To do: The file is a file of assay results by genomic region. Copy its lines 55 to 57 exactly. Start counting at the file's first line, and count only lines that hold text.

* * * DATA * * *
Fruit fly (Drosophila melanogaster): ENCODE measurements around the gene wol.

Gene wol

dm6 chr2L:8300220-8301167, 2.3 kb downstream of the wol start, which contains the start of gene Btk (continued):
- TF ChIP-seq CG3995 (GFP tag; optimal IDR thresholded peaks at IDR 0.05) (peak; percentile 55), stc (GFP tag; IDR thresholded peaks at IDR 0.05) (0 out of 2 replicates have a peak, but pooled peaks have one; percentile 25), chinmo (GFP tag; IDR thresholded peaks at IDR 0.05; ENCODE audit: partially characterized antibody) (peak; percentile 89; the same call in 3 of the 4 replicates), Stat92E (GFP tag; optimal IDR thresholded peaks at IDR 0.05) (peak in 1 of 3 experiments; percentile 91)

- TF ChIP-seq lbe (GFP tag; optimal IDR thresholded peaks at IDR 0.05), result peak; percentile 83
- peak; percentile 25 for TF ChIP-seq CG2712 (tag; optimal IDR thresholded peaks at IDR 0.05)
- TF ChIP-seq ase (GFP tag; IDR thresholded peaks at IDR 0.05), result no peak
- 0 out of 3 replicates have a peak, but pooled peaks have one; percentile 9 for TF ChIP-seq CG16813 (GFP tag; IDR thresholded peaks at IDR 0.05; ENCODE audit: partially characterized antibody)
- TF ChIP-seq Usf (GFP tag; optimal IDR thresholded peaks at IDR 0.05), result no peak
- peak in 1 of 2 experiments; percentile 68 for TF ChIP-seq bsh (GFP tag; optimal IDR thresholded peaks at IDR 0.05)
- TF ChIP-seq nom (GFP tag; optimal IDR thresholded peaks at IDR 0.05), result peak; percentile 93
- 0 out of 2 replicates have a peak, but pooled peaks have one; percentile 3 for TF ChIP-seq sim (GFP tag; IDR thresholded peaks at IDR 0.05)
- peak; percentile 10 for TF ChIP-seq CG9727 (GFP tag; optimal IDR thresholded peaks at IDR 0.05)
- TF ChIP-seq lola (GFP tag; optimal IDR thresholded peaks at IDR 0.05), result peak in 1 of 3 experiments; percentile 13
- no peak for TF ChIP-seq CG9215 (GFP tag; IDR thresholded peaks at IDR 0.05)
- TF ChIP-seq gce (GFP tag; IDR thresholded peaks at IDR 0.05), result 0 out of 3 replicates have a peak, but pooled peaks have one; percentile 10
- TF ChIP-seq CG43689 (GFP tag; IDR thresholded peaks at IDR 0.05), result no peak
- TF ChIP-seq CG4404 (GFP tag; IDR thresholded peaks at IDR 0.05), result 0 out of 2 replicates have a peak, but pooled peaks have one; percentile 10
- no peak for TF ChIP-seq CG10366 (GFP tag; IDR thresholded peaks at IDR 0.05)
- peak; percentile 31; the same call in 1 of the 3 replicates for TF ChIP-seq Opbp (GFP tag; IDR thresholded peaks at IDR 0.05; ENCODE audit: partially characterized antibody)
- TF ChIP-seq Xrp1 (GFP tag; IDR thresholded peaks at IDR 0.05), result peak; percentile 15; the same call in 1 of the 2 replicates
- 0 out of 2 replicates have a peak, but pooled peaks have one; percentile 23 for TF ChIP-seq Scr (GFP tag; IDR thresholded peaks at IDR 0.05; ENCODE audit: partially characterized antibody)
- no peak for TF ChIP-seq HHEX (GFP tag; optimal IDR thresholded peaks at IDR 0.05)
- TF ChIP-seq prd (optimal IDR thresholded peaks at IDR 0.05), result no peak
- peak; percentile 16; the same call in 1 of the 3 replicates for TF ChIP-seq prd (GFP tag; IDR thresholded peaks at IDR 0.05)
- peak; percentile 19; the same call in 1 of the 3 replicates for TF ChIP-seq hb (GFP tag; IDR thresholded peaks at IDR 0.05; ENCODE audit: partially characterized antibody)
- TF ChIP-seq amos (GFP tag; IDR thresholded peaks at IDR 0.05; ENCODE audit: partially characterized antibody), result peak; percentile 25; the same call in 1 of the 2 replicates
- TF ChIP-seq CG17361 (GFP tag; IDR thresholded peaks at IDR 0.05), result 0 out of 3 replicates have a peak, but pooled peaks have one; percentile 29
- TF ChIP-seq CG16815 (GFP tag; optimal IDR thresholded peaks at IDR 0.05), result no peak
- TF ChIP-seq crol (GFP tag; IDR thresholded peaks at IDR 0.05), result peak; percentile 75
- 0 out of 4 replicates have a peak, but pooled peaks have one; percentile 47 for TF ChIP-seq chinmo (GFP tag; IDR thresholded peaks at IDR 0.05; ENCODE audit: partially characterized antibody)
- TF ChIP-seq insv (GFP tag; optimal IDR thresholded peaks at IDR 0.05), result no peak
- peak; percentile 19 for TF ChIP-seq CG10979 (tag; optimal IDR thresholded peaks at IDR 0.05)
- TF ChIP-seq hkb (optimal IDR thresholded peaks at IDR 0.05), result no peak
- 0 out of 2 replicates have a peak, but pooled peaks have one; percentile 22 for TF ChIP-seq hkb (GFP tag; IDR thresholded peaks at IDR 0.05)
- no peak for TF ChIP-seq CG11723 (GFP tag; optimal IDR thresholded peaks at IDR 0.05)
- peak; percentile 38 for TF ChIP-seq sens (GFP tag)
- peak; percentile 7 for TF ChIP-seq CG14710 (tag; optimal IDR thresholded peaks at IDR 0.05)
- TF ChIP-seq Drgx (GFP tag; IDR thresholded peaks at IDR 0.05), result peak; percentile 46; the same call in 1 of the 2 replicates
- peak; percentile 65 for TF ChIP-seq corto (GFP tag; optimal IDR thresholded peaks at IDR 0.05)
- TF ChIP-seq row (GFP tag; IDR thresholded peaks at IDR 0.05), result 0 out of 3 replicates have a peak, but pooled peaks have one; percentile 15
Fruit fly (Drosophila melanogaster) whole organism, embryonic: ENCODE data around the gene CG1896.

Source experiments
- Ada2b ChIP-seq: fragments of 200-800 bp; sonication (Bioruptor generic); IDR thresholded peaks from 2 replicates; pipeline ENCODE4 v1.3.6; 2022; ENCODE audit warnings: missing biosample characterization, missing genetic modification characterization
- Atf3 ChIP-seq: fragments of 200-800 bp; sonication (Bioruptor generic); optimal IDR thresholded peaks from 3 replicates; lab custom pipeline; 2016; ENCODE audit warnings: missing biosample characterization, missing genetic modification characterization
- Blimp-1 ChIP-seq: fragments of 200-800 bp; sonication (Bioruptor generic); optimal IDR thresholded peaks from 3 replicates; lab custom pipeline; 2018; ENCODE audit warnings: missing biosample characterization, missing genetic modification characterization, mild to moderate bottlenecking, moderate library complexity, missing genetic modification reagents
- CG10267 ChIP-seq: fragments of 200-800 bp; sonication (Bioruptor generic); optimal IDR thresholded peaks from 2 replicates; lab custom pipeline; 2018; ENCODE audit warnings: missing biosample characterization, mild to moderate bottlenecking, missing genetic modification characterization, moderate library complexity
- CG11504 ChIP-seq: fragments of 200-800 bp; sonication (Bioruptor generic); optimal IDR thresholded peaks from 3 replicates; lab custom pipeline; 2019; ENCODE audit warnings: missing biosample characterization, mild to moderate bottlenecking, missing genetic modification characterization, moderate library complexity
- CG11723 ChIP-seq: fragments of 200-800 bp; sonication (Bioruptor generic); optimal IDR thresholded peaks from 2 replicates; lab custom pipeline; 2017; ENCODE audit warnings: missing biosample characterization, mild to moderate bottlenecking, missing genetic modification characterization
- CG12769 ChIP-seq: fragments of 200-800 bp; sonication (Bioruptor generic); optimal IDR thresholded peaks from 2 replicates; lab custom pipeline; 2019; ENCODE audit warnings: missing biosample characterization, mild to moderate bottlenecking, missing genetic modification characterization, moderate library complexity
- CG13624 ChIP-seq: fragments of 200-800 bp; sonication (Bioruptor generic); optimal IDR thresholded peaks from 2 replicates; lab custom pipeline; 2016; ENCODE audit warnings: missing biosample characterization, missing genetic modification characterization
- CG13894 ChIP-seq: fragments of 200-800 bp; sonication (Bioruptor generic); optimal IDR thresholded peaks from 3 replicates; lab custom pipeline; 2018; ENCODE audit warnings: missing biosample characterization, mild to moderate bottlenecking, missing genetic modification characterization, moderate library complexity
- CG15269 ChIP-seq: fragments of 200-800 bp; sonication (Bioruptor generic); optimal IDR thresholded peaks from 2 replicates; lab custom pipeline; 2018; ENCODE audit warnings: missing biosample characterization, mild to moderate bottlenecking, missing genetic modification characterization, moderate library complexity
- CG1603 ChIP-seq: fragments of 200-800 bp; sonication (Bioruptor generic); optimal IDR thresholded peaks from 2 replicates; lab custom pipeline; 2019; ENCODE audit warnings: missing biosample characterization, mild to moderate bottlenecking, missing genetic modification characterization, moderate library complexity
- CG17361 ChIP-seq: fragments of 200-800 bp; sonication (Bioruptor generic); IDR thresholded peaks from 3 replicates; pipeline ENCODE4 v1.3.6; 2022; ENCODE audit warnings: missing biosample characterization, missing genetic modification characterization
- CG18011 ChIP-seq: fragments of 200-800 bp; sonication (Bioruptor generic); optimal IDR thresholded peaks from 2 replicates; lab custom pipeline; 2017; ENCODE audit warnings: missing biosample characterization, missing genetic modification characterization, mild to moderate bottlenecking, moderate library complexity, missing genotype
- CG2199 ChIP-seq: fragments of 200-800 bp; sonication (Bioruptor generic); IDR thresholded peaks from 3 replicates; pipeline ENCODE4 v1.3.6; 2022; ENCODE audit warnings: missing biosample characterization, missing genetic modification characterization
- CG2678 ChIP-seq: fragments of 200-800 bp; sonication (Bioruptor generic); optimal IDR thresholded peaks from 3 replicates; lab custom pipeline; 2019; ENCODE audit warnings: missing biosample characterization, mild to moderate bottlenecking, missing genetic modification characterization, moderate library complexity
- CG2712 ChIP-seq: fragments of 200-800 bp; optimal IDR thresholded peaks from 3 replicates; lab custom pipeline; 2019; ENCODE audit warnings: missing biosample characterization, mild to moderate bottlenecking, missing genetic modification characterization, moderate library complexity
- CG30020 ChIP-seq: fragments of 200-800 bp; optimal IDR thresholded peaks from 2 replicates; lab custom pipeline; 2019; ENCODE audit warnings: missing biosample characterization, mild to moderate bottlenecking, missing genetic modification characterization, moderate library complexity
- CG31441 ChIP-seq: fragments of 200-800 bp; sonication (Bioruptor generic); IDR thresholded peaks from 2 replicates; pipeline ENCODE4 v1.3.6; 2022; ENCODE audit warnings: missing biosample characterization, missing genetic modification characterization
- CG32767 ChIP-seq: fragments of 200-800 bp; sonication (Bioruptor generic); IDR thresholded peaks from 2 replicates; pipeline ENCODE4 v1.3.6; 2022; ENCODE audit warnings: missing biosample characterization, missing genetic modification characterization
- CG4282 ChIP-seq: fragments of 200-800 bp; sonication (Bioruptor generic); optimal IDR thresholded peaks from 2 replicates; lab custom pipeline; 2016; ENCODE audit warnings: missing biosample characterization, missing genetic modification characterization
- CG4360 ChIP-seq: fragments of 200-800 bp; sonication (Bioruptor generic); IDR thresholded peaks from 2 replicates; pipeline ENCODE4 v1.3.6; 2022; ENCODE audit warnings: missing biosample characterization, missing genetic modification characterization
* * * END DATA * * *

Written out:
- CG17361 ChIP-seq: fragments of 200-800 bp; sonication (Bioruptor generic); IDR thresholded peaks from 3 replicates; pipeline ENCODE4 v1.3.6; 2022; ENCODE audit warnings: missing biosample characterization, missing genetic modification characterization
- CG18011 ChIP-seq: fragments of 200-800 bp; sonication (Bioruptor generic); optimal IDR thresholded peaks from 2 replicates; lab custom pipeline; 2017; ENCODE audit warnings: missing biosample characterization, missing genetic modification characterization, mild to moderate bottlenecking, moderate library complexity, missing genotype
- CG2199 ChIP-seq: fragments of 200-800 bp; sonication (Bioruptor generic); IDR thresholded peaks from 3 replicates; pipeline ENCODE4 v1.3.6; 2022; ENCODE audit warnings: missing biosample characterization, missing genetic modification characterization